As we've discussed frequently over the past several years, home prices in some of Australia's largest markets have gone completely vertical since 2013 as wealthy Chinese buyers have increasingly sought safe havens outside of the mainland to launder invest their cash. Per the chart below, home prices in Melbourne have more than tripled since 2002 and Sydney is almost as bad.
Not surprisingly, the bubbly home prices have angered locals, not only because they've been priced out of the market by foreign buyers, but more so because those foreign buyers scoop up prime real estate and then proceed to let it sit vacant. The problem is so pervasive that these luxury towers, with apartments approaching $1 million, have been dubbed "ghost towers" by locals. Per Bloomberg:
These "ghost towers," as the high-end residential property with three-bedroom apartments costing almost $1 million have been dubbed, are popular with Chinese investors who mostly live abroad. Their darkened blocks loom as sparsely occupied symbols of a property market where even solidly middle class households have increasingly found themselves priced out.
Now, policy makers are seizing on public resentment and hitting foreign buyers with more taxes. New South Wales has doubled its surcharge when foreigners purchase residential property, and Western Australia has added a new tax as well. More controversially, both the conservative federal government and the left-leaning one in Victoria state that includes Melbourne this year imposed additional taxes on properties deemed to be empty for six months or more.
More than 60 percent of Sydney residents blame foreign investment for the rising prices, according to a survey by University of Sydney academic Dallas Rogers. The idea of taking prime real estate out of the housing supply and leaving it vacant has become a focus of anger as homelessness has risen and hundreds of people have been camping in the rough out outside places like the Reserve Bank of Australia.
“It’s just absurd," said Tony Keenan, chief executive officer of affordability advocacy group Launch Housing, referring to the fact that Australia’s long period of uninterrupted growth should have ensured homes for everyone instead of "record levels of homeless and massive construction with empty properties at the end."
An analysis of Australian census data by the City Futures Research Centre found more than one in 10 homes unoccupied on the night of the count last year, with empty properties having risen 19 percent in Melbourne and 15 percent in Sydney since the last census five years previously.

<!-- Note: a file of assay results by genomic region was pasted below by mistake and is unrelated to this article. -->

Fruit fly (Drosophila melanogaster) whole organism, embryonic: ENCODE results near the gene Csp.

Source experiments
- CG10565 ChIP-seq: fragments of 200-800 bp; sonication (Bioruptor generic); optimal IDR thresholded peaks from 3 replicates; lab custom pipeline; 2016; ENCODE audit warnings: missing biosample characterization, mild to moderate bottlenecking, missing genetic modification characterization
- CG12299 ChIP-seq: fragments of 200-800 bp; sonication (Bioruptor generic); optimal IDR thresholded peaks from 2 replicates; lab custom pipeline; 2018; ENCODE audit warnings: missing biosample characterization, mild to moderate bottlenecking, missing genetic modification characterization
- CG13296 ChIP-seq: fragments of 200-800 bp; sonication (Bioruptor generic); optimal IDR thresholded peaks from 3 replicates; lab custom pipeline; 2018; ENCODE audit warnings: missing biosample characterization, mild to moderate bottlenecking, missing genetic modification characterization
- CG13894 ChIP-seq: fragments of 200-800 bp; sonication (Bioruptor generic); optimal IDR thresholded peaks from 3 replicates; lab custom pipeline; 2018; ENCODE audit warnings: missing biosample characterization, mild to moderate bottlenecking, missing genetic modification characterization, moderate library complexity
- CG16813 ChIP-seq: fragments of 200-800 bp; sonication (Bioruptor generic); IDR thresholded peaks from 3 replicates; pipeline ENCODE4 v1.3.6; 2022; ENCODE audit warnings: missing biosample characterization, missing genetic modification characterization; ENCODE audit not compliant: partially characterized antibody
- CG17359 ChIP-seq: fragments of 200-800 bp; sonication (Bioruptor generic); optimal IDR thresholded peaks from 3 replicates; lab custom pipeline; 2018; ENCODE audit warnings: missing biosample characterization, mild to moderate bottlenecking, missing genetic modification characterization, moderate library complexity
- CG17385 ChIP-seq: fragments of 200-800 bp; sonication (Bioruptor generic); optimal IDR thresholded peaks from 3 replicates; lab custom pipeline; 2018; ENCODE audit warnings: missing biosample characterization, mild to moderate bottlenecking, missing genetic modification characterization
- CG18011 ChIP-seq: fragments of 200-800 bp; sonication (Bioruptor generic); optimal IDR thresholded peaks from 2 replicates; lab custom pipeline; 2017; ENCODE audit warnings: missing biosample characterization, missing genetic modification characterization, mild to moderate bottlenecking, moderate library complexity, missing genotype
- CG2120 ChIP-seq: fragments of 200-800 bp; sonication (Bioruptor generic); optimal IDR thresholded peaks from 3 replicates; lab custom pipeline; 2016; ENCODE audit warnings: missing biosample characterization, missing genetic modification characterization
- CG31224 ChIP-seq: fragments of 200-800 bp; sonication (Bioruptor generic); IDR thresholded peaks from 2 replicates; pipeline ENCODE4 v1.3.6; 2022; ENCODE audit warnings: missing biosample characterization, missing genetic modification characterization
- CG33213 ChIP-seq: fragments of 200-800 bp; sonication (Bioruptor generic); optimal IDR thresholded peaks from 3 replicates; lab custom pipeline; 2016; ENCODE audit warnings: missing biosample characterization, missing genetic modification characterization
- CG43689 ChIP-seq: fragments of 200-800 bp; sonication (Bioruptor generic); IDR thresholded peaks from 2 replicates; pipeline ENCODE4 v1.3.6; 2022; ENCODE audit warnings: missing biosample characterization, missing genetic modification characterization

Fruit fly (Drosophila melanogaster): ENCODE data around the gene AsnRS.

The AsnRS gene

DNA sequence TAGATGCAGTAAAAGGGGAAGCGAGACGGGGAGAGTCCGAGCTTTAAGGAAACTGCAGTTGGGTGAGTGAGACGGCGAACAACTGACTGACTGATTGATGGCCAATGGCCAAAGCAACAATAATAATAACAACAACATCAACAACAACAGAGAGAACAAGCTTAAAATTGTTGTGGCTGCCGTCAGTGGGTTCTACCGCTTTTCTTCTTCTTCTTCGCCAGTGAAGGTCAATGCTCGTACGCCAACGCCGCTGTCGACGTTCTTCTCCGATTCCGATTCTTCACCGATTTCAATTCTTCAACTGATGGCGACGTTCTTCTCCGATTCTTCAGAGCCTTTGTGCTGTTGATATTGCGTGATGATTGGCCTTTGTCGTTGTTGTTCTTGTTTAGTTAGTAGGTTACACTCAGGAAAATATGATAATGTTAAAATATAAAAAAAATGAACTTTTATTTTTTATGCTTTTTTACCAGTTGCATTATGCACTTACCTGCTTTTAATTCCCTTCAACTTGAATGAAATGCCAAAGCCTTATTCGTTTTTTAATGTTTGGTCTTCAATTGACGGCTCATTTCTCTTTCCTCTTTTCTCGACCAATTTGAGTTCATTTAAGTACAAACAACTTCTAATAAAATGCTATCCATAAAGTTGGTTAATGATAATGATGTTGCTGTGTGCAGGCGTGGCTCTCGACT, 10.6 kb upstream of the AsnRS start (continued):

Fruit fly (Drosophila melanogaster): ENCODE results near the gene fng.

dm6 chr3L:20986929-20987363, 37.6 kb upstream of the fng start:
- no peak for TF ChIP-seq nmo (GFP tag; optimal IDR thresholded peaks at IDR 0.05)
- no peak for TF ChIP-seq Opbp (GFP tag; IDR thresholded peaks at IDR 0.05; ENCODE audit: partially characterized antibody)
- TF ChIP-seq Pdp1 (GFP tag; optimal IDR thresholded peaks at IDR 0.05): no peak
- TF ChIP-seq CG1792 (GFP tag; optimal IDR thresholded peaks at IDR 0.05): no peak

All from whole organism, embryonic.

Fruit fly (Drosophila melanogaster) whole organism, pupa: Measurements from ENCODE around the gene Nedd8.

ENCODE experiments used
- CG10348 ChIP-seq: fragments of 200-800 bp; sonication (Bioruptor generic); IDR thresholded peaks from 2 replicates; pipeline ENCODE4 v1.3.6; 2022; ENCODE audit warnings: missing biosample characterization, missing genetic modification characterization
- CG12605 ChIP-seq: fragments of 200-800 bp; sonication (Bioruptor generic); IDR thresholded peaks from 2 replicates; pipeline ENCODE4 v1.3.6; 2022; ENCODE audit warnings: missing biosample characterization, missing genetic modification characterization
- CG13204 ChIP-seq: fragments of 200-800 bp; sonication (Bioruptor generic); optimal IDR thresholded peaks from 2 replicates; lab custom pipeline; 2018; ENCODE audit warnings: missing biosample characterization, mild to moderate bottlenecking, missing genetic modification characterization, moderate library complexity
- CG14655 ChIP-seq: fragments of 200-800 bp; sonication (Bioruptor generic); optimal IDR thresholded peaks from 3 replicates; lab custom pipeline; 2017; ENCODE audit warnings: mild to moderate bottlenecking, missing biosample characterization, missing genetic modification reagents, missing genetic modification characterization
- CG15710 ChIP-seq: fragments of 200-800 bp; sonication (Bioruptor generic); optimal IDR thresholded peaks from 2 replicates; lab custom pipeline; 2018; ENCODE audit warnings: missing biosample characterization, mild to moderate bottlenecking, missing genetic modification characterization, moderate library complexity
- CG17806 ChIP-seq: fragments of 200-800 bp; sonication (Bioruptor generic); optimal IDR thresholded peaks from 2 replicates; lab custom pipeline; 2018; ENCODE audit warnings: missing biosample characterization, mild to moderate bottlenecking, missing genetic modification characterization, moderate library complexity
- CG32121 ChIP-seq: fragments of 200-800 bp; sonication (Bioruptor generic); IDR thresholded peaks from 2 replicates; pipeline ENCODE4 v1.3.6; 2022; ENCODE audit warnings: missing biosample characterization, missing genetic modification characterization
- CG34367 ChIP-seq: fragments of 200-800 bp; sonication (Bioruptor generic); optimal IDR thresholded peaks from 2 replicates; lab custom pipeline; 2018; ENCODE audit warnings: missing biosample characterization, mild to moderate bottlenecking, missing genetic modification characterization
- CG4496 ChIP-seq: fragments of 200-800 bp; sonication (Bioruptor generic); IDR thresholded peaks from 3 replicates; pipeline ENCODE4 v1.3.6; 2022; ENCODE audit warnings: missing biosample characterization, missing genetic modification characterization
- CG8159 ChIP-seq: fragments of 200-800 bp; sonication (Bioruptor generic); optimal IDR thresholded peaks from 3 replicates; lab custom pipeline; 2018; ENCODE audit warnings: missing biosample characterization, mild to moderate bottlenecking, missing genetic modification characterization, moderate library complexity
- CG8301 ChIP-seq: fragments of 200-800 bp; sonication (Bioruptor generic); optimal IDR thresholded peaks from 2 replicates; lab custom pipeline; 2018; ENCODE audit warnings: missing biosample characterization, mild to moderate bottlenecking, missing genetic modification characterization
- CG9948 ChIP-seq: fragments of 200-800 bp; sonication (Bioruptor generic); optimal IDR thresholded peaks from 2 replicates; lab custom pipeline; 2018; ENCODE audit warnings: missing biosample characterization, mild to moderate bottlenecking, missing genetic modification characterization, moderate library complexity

Foreigners, mainly from China, purchased 25 percent and 16 percent of the new housing supply in New South Wales and Victoria, respectively, in the year through September 2016, according to a Credit Suisse Group AG examination of state tax receipts.
But, much like Vancouver where city officials slapped foreign nationals with a 15% transfer tax on home purchases last summer, the city of Melbourne has decided to fight back by imposing its own taxes to curb what increasingly looks like one of the world's largest housing bubbles.
Melbourne’s tax of 1 percent of an empty home’s value takes effect in January, adding to a nationwide tax imposed in May that starts at A$5,500 ($4,400) and scales sharply upward for properties worth more than A$1 million.
Figuring out if a home is vacant is a vexing subject for public officials. Those in Victoria have said they plan to ask owners to self-declare, and also intend to monitor electricity and water usage to find cheaters. The Australian Taxation Office suggests the government investigate tips from informants. Other potential sources could include postal data or tax returns, said Catherine Cashmore, president of land tax reform group Prosper.
But real estate professionals say it’s easy enough to hire someone to come in and turn on switches and taps, making a place appear lived-in. Agents say many properties are only temporarily empty, waiting for children to attend university or a family to able to move in. They also raise questions of fairness.
Of course, not everyone is happy with the new taxes, including Monika Tu who has undoubtedly made a fortune helping rich Chinese buyers launder money through the Australian real estate market.
“What next?" said Monika Tu, the Sydney-based director of Black Diamondz, which specializes in high end property sales to mainly Chinese buyers. "Shall we tax people who buy new shoes and don’t wear them?’’
Sorry, Monika...you can always move to Seattle...we hear they're still very receptive to helping launder Chinese cash...